During the 2020 meeting of the The Convocation of Episcopal Churches in Europe (CECE), The Reverend Stephen McPeek, Frankfurt, Chair of the Task Force “Racism, Reconciliation, and Beloved Community”, presented a report and survey on racism in Europe. On this occasion, the CECE interviewed three experts on racism during its annual convocation, which took place online due to covid-19, the Anglican priest Yejide Peters, the Muslim expert Dr Michaël Privot, Director of the European Network Against Racism, and the author of a book against “Racism”, Bishop Prof. Dr Thomas Schirrmacher, President of the International Council of the International Society for Human Rights.
Schirrmacher claimed racism to be more than just a societal evil which one could suppress with the law and the power of the state.
“It is sin”, he said, it is “a dark and deep motivation coming from deep in our heart, with which we often have become so acquainted, that we do not even realise it”, he said.
In light of the first appointment of an Afro-American cardinal from the USA, Bishop Thomas Schirrmacher criticised, that very often the top leadership of churches and global Christian communions would not reflect the racial components of its churches. In India dozens of Dalit-congregations officially wrote to Pope Francis, that they will leave the Catholic Church, if he would not appoint a considerable number of Dalits as bishops. Dalit Christian form a forth to a third of all Catholics and Christians in India.
“Racism”, Schirrmacher said, “is not just an every day discrimination, but is deeply built into power structures and financial structures. The church of Jesus Christ should prove, that such feelings and prejudices have been overcome through reconciliation in Jesus Christ.”
The Convocation of Episcopal Churches in Europe is a diocese founded in 1859 that includes 9 congregations of the Episcopal Church of the USA in Continental Europe, more precisely at present in Belgium, Germany, France, Georgia, Italy, Austria and Switzerland. In Germany, congregations can be found mainly at former positions of the US forces, in Munich, Nuremberg, Frankfurt and Wiesbaden. It is laid by Bishop Mark David Wheeler Edington since 2018. The Rt. Rev. Adington was previously Bishop the Diocese of Massachusetts of chaplain at Harvard University and director of the Anglican publishing house Amherst College Press (with Lever Press).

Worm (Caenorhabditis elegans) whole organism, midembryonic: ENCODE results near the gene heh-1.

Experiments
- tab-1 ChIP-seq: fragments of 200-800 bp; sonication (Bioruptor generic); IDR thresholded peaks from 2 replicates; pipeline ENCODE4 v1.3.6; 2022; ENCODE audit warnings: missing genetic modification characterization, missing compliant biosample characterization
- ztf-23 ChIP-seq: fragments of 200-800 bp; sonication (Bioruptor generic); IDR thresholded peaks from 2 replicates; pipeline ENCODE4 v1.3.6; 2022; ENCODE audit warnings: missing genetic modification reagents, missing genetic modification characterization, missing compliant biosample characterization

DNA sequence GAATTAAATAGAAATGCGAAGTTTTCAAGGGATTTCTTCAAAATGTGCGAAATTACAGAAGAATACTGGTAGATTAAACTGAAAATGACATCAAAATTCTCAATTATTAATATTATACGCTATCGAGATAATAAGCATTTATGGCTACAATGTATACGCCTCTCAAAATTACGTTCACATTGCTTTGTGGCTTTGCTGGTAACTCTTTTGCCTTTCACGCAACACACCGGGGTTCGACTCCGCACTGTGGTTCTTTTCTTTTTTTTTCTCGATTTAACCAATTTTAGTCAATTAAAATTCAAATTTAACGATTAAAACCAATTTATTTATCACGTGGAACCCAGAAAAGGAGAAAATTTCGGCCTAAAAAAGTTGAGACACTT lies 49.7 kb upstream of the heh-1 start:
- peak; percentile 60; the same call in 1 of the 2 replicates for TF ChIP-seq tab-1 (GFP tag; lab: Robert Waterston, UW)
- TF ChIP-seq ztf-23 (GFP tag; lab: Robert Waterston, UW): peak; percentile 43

Die Convocation of Episcopal Churches in Europe ist ein 1859 gegründetes Bistum, dass 9 Gemeinden der Episcopal Church der USA in Kontinentaleuropa erfasst, genauer derzeit in Belgien, Deutschland, Frankreich, Georgien, Italien, Österreich und der Schweiz. In Deutschland finden sich Gemeinden vor allem an früheren Standpunkten der US-Streikräfte, so etwa in München, Nürnberg, Frankfurt und Wiesbaden. Bischof ist seit 2018 Mark David Wheeler Edington. Adington war zuvor Bischof der Diözese von Massachusetts, Kaplan an der Harvard University und Leiter des anglikanischen Verlages Amherst College Press (mit Lever Press).
From the programme – the three experts on the panel on racism
The Rev. Yejide Peters is an Episcopal priest who has stepped out from metropolitan New York and the banks of the Hudson river to land in Shropshire, rural England, and is now the Vicar of St .Chad’s, with St Mary’s and St Alkmund’s. She has had both personal and professional experience of racism, and among other things is the co-founder of Repair: Rivertowns Episcopal Parishes Action on Inclusion and Race. Welcome.
Dr Michaël Privot is the Director of the European Network Against Racism, a pan-European anti-racism network that combines advocacy for racial equality, and facilitating cooperation among anti-racism actors in Europe. Michaël has expertise in the field of Diversity and Inclusion Management, is a Muslim and is the founder of the European Institute of Islamic Studies, collaborating in the development of a European Master’s degree programme to train ulamas for Europe. Welcome.
Prof. Dr. Thomas Schirrmacher is President of the International Council of the International Society for Human Rights, the Associate Secretary General for Theological Concerns of the World Evangelical Alliance and presiding Bishop of the ‘Communio Messianica’. He testifies on human rights to many bodies including the EU Parliament, the US House of Representatives and the United Nations, and is a prolific author. His engagement on our theme today includes a volume entitled Racism, which is part of a series providing insights from an evangelical Christian perspective, into some of the greatest challenges we face in the world. Welcome.